The benefit of the doubt: On the relationship between doubt and power

Research output: Contribution to journalArticlepeer-review

Abstract

Anthropological studies of doubt have typically highlighted its productivity, pointing to the space that doubt opens up to question established frameworks. This article builds on these observations by exploring an instance of doubt that I argue is unproductive. For Pentecostals on the Zambian Copperbelt, the fact that they do not receive the extravagant riches promised by the prosperity gospel – a Christian movement that is central to their faith – is not usually a problem. Most Pentecostal believers are able to reinterpret small gains in terms of a locally redefined prosperity, and therefore manage the doubts that their lack of wealth produces. For the poorest and most marginal believers, however, this kind of productive engagement with doubt is not possible. The productivity of doubt is therefore more an expression of structural factors than of the nature of doubt itself. This suggests that doubt – or at least the ability to mobilize doubt effectively – is a key index of power. This article provides an ethnographic exploration of the failure of the prosperity gospel while also expanding anthropological understanding of what makes doubt productive.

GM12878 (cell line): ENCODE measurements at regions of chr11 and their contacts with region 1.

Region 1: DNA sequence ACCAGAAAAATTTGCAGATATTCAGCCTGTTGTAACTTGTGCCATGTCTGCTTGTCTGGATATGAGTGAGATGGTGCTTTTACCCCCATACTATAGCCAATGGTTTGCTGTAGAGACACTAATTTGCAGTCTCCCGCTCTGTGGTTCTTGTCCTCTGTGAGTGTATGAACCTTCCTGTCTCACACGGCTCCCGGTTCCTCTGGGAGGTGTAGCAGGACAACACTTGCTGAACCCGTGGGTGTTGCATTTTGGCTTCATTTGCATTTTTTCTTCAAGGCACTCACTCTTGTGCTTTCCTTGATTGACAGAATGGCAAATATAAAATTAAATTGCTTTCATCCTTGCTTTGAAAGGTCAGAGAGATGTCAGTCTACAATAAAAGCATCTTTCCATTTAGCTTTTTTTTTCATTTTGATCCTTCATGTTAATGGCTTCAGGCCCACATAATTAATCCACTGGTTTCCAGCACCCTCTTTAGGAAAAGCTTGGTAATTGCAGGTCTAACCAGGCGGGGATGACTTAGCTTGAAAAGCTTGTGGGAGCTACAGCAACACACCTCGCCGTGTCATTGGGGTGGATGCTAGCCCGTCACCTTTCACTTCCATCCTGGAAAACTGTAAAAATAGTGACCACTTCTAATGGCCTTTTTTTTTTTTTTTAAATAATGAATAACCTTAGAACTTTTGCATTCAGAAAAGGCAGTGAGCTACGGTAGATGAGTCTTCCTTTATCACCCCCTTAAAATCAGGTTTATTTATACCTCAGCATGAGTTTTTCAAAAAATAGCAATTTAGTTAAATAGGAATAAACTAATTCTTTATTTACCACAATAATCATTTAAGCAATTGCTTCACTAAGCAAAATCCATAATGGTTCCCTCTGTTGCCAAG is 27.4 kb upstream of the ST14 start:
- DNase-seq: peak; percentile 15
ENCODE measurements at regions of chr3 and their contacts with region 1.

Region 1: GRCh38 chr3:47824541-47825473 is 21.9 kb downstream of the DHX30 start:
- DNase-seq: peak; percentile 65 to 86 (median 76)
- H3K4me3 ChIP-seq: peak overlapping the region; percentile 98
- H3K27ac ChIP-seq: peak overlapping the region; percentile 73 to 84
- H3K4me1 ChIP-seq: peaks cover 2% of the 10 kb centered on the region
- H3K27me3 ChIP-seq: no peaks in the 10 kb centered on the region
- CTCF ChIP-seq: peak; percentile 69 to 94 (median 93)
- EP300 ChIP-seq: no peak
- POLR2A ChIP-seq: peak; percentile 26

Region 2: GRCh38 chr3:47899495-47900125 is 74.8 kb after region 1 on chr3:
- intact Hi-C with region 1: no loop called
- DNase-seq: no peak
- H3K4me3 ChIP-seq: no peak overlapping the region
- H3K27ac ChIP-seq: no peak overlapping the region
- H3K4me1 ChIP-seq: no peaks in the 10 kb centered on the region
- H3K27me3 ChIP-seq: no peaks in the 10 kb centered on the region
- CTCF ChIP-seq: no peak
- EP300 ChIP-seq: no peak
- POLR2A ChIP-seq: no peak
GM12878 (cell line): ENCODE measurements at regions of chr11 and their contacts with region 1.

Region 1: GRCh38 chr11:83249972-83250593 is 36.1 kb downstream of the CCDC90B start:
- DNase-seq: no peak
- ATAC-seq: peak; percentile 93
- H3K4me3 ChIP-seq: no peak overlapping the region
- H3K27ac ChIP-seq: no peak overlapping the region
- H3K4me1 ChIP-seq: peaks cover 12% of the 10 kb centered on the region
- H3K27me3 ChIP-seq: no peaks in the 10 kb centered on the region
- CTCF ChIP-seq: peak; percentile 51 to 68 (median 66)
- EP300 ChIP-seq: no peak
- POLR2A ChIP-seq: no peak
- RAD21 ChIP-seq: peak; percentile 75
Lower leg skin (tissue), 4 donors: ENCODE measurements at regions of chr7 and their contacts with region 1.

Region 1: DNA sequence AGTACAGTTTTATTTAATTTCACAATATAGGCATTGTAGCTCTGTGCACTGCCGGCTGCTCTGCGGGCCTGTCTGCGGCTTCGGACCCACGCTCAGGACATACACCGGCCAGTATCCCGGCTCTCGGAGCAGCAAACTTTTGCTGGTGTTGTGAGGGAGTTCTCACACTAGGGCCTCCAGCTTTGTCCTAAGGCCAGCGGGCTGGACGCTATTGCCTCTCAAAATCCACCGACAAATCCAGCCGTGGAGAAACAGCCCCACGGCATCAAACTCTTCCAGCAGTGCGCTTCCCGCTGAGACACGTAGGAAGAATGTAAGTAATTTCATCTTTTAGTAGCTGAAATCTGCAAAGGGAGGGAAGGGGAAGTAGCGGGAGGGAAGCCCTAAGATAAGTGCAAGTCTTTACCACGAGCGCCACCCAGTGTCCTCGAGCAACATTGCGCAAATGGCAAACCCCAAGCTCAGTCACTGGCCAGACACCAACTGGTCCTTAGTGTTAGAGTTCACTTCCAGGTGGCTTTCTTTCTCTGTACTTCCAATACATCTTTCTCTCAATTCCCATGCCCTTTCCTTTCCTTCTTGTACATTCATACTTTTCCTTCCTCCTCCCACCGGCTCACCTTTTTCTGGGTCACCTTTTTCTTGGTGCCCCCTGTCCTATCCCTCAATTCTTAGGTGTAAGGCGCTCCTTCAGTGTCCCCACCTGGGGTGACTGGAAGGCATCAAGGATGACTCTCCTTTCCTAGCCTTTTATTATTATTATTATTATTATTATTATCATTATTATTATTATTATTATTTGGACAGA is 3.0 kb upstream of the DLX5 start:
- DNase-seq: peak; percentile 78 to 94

Original languageEnglish
Pages (from-to)35-57
JournalAnthropological Quarterly
Volume92
Issue number1
Publication statusPublished - 31 Jan 2019

Keywords

  • Pentecostalism
  • prosperity gospel
  • doubt
  • power
  • agency

Fingerprint

Dive into the research topics of 'The benefit of the doubt: On the relationship between doubt and power'. Together they form a unique fingerprint.

Cite this